New Cases of Malaria Detected in the United States after Two Decades
Endemic Cases Reported in Florida and Texas
After a span of 20 years, the United States has encountered endemic cases of malaria once again. Florida faced four reported cases, while Texas reported one. Over the past two months, a total of five cases have been confirmed. The last occurrence of local cases in the US was in 2003, when Florida registered eight cases in total.
Prompt Recovery of Patients: The US Centers for Disease Control and Prevention (CDC) declared that all five patients have received necessary treatment and are on the path to recovery. In light of this development, healthcare providers in the southern states have been cautioned to remain vigilant for symptoms. Authorities emphasized that malaria should be treated as a medical emergency, urging anyone experiencing symptoms to seek immediate evaluation.
Florida’s initial malaria case was identified in Sarasota County on May 26, whereas Texas reported a resident employed in outdoor work in Cameron County being diagnosed with the disease.
Low Risk Assertion by CDC
The CDC stressed that the risk of malaria in the United States remains relatively low, with majority of cases originating from travel. It should be noted that malaria is caused by five specific parasites carried by certain female mosquitoes. The disease can lead to severe complications including kidney failure, seizures, and coma. Symptoms range from fever, chills, headaches, and muscle aches to potential nausea, diarrhea, and vomiting. The highest number of fatalities have been witnessed in Africa, primarily amongst children.
Government Initiatives and Recommendations
Florida Taking Precautionary Measures
Florida has taken decisive action by issuing a warning regarding mosquito-borne diseases. Residents have been advised to take necessary precautions such as spraying mosquito repellents, eliminating standing water, ensuring intact window screens, and utilizing repellents containing DEET to avoid mosquito bites. Furthermore, individuals residing in mosquito-infested areas are encouraged to wear long-sleeved shirts and long pants.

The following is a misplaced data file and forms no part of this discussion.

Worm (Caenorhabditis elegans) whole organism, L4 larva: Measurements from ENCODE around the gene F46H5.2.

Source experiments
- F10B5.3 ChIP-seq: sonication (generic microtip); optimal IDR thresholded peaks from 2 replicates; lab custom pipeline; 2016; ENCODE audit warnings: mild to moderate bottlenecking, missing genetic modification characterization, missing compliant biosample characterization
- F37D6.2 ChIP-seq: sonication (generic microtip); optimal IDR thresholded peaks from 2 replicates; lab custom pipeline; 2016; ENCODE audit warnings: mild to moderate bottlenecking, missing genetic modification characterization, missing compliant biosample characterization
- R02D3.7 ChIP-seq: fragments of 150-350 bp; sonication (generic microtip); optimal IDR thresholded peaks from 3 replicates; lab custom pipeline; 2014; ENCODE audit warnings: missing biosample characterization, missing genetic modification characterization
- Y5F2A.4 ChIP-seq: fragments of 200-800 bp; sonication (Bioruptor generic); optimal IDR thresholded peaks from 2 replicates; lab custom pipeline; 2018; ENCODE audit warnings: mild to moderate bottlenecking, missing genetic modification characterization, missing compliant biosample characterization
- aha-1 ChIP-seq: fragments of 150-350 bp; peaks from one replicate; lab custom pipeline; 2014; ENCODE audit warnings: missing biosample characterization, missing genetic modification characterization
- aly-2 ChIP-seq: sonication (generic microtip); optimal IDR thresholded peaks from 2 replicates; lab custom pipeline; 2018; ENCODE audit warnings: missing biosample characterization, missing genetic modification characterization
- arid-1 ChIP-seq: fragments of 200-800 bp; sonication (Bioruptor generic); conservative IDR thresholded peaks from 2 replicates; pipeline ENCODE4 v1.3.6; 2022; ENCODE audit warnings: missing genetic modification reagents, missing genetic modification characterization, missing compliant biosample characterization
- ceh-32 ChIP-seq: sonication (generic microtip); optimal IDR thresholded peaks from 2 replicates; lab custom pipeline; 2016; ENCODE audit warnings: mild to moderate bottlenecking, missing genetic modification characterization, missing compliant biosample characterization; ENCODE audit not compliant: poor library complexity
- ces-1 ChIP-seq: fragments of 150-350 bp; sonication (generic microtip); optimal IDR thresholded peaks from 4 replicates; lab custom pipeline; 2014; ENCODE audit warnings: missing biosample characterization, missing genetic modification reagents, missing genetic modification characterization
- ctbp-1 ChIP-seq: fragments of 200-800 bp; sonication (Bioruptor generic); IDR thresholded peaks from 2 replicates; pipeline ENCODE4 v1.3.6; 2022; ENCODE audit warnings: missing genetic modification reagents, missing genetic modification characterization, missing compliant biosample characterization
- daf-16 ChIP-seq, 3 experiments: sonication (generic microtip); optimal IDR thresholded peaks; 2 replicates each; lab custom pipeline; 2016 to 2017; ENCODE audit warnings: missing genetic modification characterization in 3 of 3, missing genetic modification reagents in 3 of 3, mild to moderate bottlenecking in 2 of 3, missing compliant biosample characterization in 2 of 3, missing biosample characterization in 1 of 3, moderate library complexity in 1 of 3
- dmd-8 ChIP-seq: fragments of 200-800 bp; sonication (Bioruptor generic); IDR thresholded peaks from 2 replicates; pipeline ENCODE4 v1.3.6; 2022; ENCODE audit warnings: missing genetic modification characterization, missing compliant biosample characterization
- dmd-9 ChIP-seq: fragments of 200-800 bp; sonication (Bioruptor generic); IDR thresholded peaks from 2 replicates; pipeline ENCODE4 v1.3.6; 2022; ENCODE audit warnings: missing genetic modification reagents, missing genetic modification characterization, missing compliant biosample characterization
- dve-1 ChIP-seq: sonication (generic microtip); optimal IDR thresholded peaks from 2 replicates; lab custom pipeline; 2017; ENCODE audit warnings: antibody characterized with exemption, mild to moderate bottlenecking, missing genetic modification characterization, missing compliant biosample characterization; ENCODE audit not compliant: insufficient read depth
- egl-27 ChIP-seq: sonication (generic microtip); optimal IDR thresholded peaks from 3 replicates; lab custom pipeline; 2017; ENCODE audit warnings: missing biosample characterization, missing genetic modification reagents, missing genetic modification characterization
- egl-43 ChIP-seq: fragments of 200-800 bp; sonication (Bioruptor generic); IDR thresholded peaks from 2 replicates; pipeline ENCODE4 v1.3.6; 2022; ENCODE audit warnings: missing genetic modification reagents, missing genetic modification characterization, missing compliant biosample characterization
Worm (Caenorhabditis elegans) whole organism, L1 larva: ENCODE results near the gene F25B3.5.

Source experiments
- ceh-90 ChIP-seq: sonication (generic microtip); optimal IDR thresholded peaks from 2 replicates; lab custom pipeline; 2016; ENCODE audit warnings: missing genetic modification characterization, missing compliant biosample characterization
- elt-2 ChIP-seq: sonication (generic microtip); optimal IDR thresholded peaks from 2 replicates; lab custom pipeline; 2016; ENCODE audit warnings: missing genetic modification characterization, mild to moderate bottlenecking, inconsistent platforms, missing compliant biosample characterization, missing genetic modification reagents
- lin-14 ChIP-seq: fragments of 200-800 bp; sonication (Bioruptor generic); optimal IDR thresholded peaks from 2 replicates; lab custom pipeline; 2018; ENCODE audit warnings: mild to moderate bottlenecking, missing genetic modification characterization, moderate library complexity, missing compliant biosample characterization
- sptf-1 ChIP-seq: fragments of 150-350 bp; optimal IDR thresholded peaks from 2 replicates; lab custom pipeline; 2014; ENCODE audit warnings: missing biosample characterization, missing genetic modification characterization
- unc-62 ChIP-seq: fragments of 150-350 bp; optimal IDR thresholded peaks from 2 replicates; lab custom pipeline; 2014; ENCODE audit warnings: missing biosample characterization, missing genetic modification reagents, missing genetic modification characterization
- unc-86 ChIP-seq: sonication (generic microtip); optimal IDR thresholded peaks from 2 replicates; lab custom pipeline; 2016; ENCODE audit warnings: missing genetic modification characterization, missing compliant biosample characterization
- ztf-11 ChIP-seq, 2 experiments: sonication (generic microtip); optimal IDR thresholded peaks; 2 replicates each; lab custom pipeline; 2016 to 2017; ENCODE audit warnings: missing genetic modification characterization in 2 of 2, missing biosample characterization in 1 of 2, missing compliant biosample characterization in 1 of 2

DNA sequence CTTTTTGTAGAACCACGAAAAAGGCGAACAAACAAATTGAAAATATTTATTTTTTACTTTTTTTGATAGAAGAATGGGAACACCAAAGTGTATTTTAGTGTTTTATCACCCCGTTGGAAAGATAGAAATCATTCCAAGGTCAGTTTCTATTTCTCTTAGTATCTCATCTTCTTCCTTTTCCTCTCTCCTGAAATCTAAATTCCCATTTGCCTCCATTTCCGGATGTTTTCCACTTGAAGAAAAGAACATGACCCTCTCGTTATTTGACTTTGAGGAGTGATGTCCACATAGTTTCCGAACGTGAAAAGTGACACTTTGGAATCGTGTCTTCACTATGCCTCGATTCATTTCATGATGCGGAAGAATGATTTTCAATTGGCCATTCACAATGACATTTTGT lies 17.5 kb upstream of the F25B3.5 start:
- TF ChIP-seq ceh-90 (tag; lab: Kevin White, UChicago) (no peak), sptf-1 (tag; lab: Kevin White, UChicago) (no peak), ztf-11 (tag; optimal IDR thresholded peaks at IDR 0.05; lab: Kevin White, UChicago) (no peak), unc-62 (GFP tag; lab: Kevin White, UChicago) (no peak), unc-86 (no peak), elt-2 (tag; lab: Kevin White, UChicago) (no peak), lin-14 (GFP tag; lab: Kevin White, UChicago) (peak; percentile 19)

Texas Health Alert
Texas has also released a health alert, urging clinicians to routinely review patient travel records. The objective is to determine whether patients displaying malaria symptoms have been situated outdoors in high-risk areas or have been bitten by mosquitoes prevalent in malaria-active zones.
Malaria Cases in the United States
In the United States, approximately 2,000 cases of malaria are reported annually, with the majority originating from travel. Over the course of the last three decades, the country has witnessed a total of 11 cases, including the eight cases previously identified in Palm County, Florida, in 2003.
For the first time in 20 years, there were endemic malaria cases in the United States, with 4 cases in Florida and 1 case in Texas. Five cases were confirmed in the last two months, and the last time there were local cases in the United States was in 2003, when a total of eight cases were found in Florida.
The US Centers for Disease Control and Prevention (CDC) said on Monday that five patients had been treated and were recovering. Authorities have warned health care workers in the southern states to watch for symptoms, warning that malaria should be considered a medical emergency and that anyone with symptoms should be “immediately evaluated”.
Florida’s first case of malaria was detected in Sarasota County on May 26. Texas officials say a resident who works outdoors in Cameron County has been diagnosed with malaria.
The CDC noted that the risk of malaria in the United States remains low, and that most cases are acquired during travel.
Malaria is caused by five parasites carried by some female mosquitoes and can cause life-threatening injuries including kidney failure, seizures and coma. Symptoms include fever, chills, aches headache, muscle aches and fatigue, and possibly Nausea, diarrhea and vomiting. Most of the deaths occurred in Africa, mostly children.
A warning was issued advising residents to spray mosquito repellents
Florida has issued a mosquito-borne disease warning and advised residents to empty standing water, ensure there are no holes in window screens and use repellents containing DEET to avoid mosquito bites. In addition, long-sleeved shirts and long pants are also recommended in mosquito-infested areas.
As for Texas, a health alert has also been issued, advising clinicians to routinely obtain patient travel records to determine whether patients with malaria symptoms have been outdoors for a period of time or have been bitten by mosquitoes in malaria active areas.
About 2,000 cases of malaria are recorded in the United States each year, most of which are caused by travel. Since 1992, the United States has experienced 11 cases, up from eight cases in Palm County, Fla., in 2003.
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